I am very excited to bring you this afternoon as my guest blogger Sarah Cawkwell, author of The Gildar Rift (published by Black Library in December 2011). I think I will always remember when I first met Sarah - and scared her silly by knowing who she was and what her book was about! I am therefore thrilled to bits to present you with her words about being a female Black Library author.
Right. Scratch that, reverse it. Let’s start again.
For those of you who don’t know who the hell this particular interloper might be, my name is Sarah Cawkwell. I am a part-time freelance genre fiction writer, a full-time NHS minion and an all-time mother. There are two parts of that paragraph that will give rise to the bulk of this article:-
‘Genre fiction writer’ and ‘mother’.
Not so strange, I hear you cry (or at least whisper amongst yourselves). After all, there are plenty of female authors in genre fiction. However, there are considerably less of us out there who are writing military science fiction. I’m one of them. I am waving my hand over here, do you see? Hello! I feel like I’m admitting something shameful. “My name is Sarah and I like to write visceral sci-fi military fiction.”
Amanda asked me if I could make the focus of my guest article about the challenges I face being a female writer for the Black Library and how I get around them. For some people this might come across as a ‘change the record’ kind of thing; because any of you who follow my own blog (http://pyroriffic.wordpress.com) will know that I periodically mention the subject. This time, though, I’m putting a different slant on it. This time, I’m going to consider the positives of the situation and talk about how I got into writing about Space Marines.
First of all (after checking I’m right about this with the Marketing guys at the Black Library), it is sort of staggering to say that I am the first female writer for them who has published a full length novel. That’s quite an achievement, particularly given that some of the other 40K gals are of the ilk of Nik Vincent and Juliet McKenna. Proud isn’t the word. I have moments when I feel a little bit like a trailblazer for those of the fairer sex who have a hankering to write about supersoldiers in power armour.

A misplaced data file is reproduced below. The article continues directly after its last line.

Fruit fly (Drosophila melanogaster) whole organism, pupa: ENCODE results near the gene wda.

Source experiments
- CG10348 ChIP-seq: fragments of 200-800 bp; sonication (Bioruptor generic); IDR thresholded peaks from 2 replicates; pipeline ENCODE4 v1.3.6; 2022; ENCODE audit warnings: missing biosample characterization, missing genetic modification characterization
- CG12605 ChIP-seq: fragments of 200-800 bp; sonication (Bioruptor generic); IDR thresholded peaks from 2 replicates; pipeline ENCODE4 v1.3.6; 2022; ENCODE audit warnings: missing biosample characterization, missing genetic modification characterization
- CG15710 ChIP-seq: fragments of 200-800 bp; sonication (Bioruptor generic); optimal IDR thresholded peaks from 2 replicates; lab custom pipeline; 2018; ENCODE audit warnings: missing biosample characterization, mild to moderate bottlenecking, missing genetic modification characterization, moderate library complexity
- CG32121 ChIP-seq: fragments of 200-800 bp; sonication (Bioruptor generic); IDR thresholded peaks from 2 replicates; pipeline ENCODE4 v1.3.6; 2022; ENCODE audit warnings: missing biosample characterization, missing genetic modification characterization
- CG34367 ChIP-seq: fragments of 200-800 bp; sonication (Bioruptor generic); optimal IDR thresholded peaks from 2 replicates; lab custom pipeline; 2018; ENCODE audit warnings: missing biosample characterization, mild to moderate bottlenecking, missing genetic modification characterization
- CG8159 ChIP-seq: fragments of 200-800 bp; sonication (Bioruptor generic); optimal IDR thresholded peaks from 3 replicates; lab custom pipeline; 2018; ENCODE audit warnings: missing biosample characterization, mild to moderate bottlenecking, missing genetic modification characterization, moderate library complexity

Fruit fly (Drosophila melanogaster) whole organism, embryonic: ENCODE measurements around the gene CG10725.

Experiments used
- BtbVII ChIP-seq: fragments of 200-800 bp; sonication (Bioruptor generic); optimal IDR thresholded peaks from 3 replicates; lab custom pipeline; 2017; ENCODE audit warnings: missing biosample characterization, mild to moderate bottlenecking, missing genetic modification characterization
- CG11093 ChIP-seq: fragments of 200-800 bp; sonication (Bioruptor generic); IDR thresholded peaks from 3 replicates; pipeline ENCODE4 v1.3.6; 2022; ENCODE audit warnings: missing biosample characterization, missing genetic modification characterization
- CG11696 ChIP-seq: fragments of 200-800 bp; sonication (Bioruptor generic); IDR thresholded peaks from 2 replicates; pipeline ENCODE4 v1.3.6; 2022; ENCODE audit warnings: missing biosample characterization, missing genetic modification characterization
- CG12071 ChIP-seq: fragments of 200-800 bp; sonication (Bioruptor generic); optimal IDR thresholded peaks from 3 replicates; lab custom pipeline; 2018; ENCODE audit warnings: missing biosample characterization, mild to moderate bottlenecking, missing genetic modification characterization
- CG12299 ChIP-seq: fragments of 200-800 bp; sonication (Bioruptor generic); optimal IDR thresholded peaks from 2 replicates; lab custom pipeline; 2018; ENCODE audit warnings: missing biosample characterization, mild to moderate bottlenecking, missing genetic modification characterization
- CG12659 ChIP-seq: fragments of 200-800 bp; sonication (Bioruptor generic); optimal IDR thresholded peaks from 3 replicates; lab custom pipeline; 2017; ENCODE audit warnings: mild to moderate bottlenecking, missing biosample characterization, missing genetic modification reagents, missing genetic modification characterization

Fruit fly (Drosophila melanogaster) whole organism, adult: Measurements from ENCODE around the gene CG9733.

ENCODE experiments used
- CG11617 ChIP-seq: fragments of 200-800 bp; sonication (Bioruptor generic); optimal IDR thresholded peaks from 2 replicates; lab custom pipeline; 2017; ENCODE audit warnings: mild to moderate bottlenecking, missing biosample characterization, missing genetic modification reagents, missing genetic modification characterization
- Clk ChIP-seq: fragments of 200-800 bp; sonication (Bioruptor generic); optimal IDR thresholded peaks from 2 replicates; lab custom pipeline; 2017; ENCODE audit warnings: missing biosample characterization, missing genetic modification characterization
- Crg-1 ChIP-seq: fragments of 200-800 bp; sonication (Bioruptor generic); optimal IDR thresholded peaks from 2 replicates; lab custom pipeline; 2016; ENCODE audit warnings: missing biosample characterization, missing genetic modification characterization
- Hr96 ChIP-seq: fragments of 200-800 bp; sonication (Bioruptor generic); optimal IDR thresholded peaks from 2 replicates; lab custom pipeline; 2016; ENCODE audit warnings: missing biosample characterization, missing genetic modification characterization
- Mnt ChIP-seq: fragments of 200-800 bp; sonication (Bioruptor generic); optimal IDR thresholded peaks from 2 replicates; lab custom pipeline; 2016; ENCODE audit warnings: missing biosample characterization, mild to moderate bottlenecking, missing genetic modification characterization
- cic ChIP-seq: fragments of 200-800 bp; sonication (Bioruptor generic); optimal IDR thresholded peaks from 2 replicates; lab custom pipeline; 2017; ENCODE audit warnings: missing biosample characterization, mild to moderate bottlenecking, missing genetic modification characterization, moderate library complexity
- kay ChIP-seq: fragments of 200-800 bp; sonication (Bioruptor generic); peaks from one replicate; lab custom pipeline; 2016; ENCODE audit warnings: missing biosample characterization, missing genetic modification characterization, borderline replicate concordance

I shan’t pretend that it never worried me, because it did. Back in the early days, when I was first shyly dipping my toes in the grimdark waters of the 40K Ocean, I contacted some of the existing BL authors to ask for their guidance. ‘My worry,’ I bleated, ‘is that people will dismiss me out of hand for having the temerity to be born with the wrong pairing of chromosomes’.
In summary, the combined response was ‘yes… it will probably put you unfairly in the spotlight, but on the other hand, could be a very positive thing. Don’t let it stop you. And don’t necessarily believe that Graham McNeill isn’t actually a lingerie model called Susan.’
I may have paraphrased the last bit. It was from Graham’s email though, so I think that’s OK.
So I grit my teeth, rolled up my metaphorical sleeves and carried on working away at my Space Marines story. In time, the opportunity to submit this to the Black Library presented itself and I was contacted by THE NICEST EDITOR IN THE WORLD, Christian Dunn. (I take cash only).
‘It’s good,’ he said in best Roy Walker style, ‘but it’s not right.’ He gave me a few pointers and invited me to re-submit it. When I did, he was really pleased and thus, Primary Instinct, my first W40K short story was on its journey. Invitations to pitch for other short stories followed and then an innocuous conversation about a paragraph in the Space Marines codex lead to me writing a novel submission.
Then came the next girl-related crisis. Did I publish as myself, or did I adopt some sort of nom de plume? Use my initials? Use a generic Christian name? Once again I turned to other writers, my editor and friends for advice and what they said was… well, right, actually.
‘You wrote it, didn’t you? Be proud of it.’
And oh, I’m proud.
I wrote The Gildar Rift in the space of four and a half months. I will honestly state that it was the hardest – and yet one of the most rewarding – things I’ve ever done. Watching the word count going upwards was satisfying beyond belief, and handing it well ahead of its deadline was even more so
I’m back to square one in many ways now. The evidence is that I have what it takes to write in the Warhammer universe, regardless of my gender. What I have to deal with now is waiting to see how it’s received. I’ve had three short stories published so far and the feedback has mostly been positive. That’s encouraging.
But I am a minor commodity attempting to make my mark in a male-dominated environment. It’s only in the past year or so that the natives in my local GW store have been able to stop panicking when I walk in. But the message to any amongst you who may be a Doubting Thomas (or Thomasina, let’s be fair) is this. I love Space Marines. I love the way they’re written about. Why would I want to change that? Don’t worry. Enjoy the story for what it is.
Stay calm. Speak softly - and carry a chainsword.
The Race by Joan De La Haye
3 hours ago